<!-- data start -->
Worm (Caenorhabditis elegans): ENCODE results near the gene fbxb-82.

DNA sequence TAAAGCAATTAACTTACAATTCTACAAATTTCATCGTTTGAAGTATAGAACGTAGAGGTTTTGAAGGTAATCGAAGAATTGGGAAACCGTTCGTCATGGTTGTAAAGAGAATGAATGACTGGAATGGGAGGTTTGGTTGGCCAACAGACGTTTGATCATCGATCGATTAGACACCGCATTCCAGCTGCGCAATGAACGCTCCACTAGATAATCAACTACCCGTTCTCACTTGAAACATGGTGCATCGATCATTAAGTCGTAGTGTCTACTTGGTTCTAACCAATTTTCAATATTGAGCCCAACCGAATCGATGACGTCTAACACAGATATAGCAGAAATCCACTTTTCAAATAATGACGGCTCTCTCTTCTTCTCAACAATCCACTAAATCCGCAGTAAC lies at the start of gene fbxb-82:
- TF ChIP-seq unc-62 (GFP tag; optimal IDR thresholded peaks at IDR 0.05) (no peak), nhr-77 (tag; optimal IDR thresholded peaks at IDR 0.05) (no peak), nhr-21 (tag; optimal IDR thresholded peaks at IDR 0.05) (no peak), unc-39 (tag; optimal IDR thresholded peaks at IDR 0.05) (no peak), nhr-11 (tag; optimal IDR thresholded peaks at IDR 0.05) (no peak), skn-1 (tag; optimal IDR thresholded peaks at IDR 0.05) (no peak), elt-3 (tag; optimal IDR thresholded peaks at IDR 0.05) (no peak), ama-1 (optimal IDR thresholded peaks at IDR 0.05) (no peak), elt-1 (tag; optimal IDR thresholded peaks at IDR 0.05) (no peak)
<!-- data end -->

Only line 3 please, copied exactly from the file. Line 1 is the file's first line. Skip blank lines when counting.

- TF ChIP-seq unc-62 (GFP tag; optimal IDR thresholded peaks at IDR 0.05) (no peak), nhr-77 (tag; optimal IDR thresholded peaks at IDR 0.05) (no peak), nhr-21 (tag; optimal IDR thresholded peaks at IDR 0.05) (no peak), unc-39 (tag; optimal IDR thresholded peaks at IDR 0.05) (no peak), nhr-11 (tag; optimal IDR thresholded peaks at IDR 0.05) (no peak), skn-1 (tag; optimal IDR thresholded peaks at IDR 0.05) (no peak), elt-3 (tag; optimal IDR thresholded peaks at IDR 0.05) (no peak), ama-1 (optimal IDR thresholded peaks at IDR 0.05) (no peak), elt-1 (tag; optimal IDR thresholded peaks at IDR 0.05) (no peak)